March 05, 2009, 3:50 PM — I like presents, even when they're bought with my own money -- provided they're good enough (steak, booze and cheese almost always qualify). So you can imagine my delight over the broadband stimulus package. If we're spending my money, at least it's going toward my industry. That's a good thing, right?
Having carefully studied the stimulus package -- or "The American Recovery and Reinvestment Act," as it's formally known -- the answer is a qualified "maybe." Here's the rundown:
The package provides for a US$7.2 billion investment in broadband services, split into two buckets: $2.5 billion, almost exclusively in the form of loans and loan backing, to be administered through the Rural Utilities Service (a division of the Department of Agriculture) and another $4.7 billion as part of the Broadband Opportunities Program, which is administered through the National Telecommunications and Information Department of Commerce "in consultation with" (whatever that means) the FCC.
The pros: Thankfully, the Feds are not handing the initiative over to the incompetent Universal Services Administrative Company (USAC), the quasi-governmental agency that administers the Universal Services Fund. I've previously detailed the many weaknesses of that organization -- they've given bailouts to billionaires and mobsters, and have failed to provide even the most elementary oversight. The fact that the Feds are picking other entities to run this initiative is a tacit admission of the USAC's failure.
Speaking of oversight, the act calls for reports every 90 days on the status of grants and loans, and specifically earmarks $10 million for oversight. Of course, the entity doing the oversight (the Department of Commerce's Office of the Inspector General) is ultimately the same entity administering the majority of the funds, so it's a case of the fox watching the henhouse. But still, it's a start.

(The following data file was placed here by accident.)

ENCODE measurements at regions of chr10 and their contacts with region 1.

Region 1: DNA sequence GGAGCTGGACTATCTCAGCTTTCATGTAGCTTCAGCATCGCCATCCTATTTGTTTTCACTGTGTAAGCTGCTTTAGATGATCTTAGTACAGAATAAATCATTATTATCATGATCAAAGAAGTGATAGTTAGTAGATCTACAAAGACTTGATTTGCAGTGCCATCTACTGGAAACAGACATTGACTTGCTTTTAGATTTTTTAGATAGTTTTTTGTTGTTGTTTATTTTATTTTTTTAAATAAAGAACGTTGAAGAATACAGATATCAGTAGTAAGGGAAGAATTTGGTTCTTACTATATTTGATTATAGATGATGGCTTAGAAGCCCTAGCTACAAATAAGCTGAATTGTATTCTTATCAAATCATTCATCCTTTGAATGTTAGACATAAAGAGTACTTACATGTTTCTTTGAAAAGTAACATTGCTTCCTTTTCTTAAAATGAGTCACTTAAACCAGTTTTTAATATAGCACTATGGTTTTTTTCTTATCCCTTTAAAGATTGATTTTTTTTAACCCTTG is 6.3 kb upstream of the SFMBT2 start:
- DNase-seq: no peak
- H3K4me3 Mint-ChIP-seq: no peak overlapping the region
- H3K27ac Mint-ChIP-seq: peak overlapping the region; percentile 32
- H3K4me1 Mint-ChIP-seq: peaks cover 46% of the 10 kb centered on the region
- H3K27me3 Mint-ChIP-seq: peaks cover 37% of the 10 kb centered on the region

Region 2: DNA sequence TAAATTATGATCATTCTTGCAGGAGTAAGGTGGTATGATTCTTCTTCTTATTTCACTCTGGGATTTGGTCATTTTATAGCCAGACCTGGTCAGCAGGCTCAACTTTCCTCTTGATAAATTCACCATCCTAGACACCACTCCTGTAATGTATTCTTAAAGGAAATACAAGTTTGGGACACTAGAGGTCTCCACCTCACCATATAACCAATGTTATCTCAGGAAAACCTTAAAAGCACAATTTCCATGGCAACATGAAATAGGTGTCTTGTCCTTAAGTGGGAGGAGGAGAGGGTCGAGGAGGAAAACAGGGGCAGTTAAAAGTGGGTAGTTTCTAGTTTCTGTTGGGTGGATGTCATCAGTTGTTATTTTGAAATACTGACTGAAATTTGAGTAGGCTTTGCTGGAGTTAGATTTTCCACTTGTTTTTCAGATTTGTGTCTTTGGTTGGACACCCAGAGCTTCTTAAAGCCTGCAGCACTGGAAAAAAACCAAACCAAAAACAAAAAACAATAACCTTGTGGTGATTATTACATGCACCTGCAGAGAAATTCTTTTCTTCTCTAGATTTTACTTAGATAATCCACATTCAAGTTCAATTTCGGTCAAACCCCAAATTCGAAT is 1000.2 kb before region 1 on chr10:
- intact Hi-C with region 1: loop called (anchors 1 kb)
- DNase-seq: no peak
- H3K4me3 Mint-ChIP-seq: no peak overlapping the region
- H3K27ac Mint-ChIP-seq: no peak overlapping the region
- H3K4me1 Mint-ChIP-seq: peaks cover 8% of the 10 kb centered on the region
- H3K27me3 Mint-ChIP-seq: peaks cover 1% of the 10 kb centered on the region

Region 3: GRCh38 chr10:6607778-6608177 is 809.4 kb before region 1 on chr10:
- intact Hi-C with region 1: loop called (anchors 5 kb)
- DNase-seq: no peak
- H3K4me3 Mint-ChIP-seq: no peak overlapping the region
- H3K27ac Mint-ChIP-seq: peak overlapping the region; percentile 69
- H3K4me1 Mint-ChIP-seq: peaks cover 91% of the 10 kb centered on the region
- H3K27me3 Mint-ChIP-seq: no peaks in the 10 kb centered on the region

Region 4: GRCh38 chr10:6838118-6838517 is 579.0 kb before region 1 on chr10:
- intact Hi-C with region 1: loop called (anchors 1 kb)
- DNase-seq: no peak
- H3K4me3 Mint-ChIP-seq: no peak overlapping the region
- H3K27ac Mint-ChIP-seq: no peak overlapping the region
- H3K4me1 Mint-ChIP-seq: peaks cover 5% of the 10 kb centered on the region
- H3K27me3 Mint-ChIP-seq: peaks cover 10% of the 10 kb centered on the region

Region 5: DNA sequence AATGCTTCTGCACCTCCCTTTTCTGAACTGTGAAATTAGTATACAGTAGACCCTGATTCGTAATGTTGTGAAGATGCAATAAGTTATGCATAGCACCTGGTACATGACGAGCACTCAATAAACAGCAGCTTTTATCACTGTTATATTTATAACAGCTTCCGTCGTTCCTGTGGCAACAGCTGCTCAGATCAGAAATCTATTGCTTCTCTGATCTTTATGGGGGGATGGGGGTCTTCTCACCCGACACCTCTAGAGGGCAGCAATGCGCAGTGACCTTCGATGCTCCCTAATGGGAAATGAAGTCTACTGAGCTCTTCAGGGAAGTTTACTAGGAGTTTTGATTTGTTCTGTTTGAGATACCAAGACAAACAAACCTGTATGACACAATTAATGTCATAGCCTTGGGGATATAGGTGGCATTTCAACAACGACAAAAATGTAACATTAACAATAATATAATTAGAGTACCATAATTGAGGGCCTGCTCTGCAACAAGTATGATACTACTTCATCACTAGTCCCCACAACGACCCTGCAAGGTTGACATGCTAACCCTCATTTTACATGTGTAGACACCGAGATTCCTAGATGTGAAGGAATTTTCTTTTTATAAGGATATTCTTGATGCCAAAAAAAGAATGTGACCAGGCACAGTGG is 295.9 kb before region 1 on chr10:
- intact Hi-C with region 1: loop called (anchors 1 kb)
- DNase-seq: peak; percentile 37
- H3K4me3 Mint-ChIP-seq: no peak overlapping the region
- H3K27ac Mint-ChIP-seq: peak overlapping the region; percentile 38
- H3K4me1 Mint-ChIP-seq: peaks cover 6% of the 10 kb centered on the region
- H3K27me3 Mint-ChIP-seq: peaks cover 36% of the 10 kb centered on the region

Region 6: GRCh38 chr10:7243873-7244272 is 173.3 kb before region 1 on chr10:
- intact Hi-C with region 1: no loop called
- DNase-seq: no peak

Where's the money going? Outside of the $2.5 billion in loan backing for rural broadband build-outs, $200 million is earmarked for community college and library computing systems. Another $250 million goes to programs to enable broadband deployment. And $350 million goes towards broadband mapping. The remainder can be transferred to the FCC to develop a national broadband strategy.
Who can get it? Both nonprofit and for-profit entities. The act details who's eligible to apply for the funds, and specifically includes "broadband service or infrastructure providers."
What's not to like? For one thing, the act fails to define "broadband." And while it requires "open access" -- which proponents take to mean net neutrality -- that's not defined, either. That vagueness will lead to lots of wrangling downstream.
Worse, the metrics on which applications will be rated are almost entirely absent. This means the entire process is likely to be intensely political, with a high risk of "good-old-boy" cronyism tainting the process. (Haven't we had enough of that?)
Finally, there's that notion of giving the FCC and its newly appointed chair, Julius Genachowski, the bulk of the money "to develop a strategy." Sorry, strategies don't cost billions. Something's fishy here.
Bottom line: There's a definite potential upside. But the chance of misfiring is high. On the whole, I'd rather have had that steak.